While Legat Architects is known for creative design and client service, it is not associated with a specific design style or building type. However, the firm’s portfolio reveals that it has quietly transformed the Chicago region: 500 educational projects, train stations and civic buildings in 50 communities, 500 healthcare projects, 100 corporate facilities, and 20 mixed-use developments.

The firm also is well-versed in international work: it has designed projects in 20 countries.

This month, Legat Architects ushers in its 50th anniversary by honoring its past and celebrating its “Next 50.”

Growth Benefits Clients and Employees
In 1964, Joseph Legat launched Legat Architects from his Waukegan, Ill., home. Since then, the firm opened Illinois studios in Chicago, Oak Brook, Crystal Lake, and Moline.

President/CEO Patrick Brosnan said, “Our multi-studio structure gives clients the convenience of a local architect with large firm resources. It also lets employees work for a major firm close to home, and allows us to select from a larger talent pool.”

With, Not For
Brosnan attributes the firm’s success to a focus on community-based design. “We start by listening and learning, then we sketch with clients. Their views and values influence the solution that we develop together. Legat Architects creates a project vision with our clients, not for them.”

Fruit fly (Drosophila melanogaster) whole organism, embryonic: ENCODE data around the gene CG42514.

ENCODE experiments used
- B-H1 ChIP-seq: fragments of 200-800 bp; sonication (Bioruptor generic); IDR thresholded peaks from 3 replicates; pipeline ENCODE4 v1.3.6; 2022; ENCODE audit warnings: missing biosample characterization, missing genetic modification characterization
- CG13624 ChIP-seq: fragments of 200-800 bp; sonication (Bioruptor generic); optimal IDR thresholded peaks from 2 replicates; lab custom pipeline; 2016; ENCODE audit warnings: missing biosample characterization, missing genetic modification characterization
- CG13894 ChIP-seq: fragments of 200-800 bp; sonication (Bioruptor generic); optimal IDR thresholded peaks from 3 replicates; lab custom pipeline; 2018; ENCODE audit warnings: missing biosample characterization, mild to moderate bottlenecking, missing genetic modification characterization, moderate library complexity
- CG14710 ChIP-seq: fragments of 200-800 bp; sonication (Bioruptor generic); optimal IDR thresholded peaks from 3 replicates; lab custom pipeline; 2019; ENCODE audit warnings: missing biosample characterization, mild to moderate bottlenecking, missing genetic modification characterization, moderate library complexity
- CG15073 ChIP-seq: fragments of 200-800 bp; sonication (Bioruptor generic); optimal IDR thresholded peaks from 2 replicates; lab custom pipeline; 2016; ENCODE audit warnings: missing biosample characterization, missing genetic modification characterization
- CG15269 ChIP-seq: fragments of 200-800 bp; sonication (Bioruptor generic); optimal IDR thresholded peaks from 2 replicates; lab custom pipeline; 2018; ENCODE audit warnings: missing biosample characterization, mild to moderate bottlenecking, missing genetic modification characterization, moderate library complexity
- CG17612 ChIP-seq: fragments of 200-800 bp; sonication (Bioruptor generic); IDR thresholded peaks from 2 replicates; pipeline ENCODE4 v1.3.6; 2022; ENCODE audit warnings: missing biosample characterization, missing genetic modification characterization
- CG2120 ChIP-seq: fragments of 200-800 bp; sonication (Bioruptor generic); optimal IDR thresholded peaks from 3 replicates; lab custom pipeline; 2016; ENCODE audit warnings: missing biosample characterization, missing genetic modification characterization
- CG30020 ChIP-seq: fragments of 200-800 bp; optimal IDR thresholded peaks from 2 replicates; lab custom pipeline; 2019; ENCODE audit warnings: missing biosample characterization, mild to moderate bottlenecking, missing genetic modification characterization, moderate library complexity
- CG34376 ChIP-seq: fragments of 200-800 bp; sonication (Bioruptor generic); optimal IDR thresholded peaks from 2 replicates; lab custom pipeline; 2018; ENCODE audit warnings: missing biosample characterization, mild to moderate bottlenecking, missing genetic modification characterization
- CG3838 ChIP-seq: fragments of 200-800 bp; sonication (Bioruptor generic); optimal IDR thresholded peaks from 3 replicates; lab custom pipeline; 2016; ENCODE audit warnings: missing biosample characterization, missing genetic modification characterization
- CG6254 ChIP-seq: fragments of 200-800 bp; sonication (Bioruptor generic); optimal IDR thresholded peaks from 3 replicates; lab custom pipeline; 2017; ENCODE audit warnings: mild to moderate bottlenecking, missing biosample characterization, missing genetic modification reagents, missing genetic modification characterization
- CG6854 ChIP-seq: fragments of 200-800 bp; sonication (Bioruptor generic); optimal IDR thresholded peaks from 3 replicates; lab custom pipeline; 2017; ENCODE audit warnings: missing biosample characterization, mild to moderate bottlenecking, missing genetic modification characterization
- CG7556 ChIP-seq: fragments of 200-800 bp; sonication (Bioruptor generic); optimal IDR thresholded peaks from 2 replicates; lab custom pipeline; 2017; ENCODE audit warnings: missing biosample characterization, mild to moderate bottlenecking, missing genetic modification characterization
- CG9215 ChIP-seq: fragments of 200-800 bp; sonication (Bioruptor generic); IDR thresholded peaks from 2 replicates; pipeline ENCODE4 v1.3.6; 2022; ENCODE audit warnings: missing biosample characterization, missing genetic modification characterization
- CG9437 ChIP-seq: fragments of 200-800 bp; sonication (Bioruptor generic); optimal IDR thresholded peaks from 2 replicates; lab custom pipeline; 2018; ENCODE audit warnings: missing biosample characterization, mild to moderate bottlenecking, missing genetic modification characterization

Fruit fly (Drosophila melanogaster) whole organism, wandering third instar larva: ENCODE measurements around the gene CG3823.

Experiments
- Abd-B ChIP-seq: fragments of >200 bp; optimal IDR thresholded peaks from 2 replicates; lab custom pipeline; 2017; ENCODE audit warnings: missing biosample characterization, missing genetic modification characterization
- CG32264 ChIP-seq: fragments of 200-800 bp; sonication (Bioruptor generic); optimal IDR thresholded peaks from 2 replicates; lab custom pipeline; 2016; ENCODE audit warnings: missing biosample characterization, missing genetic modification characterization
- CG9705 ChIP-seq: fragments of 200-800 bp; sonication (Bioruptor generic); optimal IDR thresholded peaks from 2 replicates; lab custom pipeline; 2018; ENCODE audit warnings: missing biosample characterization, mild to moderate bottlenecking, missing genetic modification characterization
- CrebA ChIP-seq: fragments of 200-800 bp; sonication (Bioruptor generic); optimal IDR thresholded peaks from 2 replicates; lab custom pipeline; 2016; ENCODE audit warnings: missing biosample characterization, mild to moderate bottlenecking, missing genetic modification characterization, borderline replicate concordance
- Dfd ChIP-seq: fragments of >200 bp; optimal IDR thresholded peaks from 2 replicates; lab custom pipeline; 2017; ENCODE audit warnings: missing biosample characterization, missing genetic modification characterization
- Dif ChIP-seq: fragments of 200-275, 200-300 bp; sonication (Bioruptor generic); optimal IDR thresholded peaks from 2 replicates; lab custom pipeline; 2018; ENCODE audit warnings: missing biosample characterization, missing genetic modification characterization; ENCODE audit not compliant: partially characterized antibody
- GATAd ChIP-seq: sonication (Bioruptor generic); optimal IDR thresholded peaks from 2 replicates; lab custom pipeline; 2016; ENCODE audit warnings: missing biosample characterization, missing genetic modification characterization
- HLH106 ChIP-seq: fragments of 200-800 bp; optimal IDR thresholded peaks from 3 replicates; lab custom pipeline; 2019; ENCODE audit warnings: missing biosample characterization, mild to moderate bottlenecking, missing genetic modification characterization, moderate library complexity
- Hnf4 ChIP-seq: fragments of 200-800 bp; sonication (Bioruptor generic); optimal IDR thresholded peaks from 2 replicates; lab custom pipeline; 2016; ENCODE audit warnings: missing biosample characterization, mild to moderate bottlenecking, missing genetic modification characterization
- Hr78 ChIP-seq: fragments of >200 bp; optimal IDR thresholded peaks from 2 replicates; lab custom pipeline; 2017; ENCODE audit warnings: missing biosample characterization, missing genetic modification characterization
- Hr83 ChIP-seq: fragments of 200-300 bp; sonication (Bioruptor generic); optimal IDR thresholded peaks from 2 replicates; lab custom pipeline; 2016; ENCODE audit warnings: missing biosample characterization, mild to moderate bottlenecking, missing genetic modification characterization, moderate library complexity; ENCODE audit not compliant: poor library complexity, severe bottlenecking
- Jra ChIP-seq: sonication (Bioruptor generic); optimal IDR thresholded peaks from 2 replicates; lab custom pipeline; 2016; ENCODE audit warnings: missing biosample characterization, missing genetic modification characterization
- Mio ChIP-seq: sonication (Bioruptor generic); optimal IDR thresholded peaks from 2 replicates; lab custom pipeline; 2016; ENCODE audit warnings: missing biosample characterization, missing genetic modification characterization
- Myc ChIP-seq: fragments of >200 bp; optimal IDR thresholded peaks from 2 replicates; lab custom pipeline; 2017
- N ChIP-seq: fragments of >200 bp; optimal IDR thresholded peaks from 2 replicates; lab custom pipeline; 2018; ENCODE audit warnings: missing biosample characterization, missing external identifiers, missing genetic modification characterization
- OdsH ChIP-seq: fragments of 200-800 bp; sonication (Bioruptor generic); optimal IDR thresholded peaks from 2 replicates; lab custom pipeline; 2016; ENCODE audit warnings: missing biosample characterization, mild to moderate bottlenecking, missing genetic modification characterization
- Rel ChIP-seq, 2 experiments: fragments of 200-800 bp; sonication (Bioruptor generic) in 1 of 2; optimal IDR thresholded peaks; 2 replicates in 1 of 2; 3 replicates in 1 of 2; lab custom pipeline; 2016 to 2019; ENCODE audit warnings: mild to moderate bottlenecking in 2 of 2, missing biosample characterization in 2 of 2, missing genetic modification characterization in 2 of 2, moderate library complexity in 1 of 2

“Next 50” Campaign
Legat Architects will host five pro bono community planning workshops in celebration of the firm’s half century mark. Brosnan said, “We’ve set aside $50,000 in employee time to give back to places where we live and work. It’s about investing in community initiatives that would not otherwise occur.”

Legat Architects also will continue to support educational and social outreach. In the past five years, the firm donated more than $300,000 toward foundations and scholarships.

What do the next 50 years hold for Legat Architects? “Greater mobility, visualization through technology, and continued focus on design and sustainability are just the beginning,” said Brosnan. “Ultimately, it’s about helping clients and building owners use these tools to improve performance and better connect with their communities.”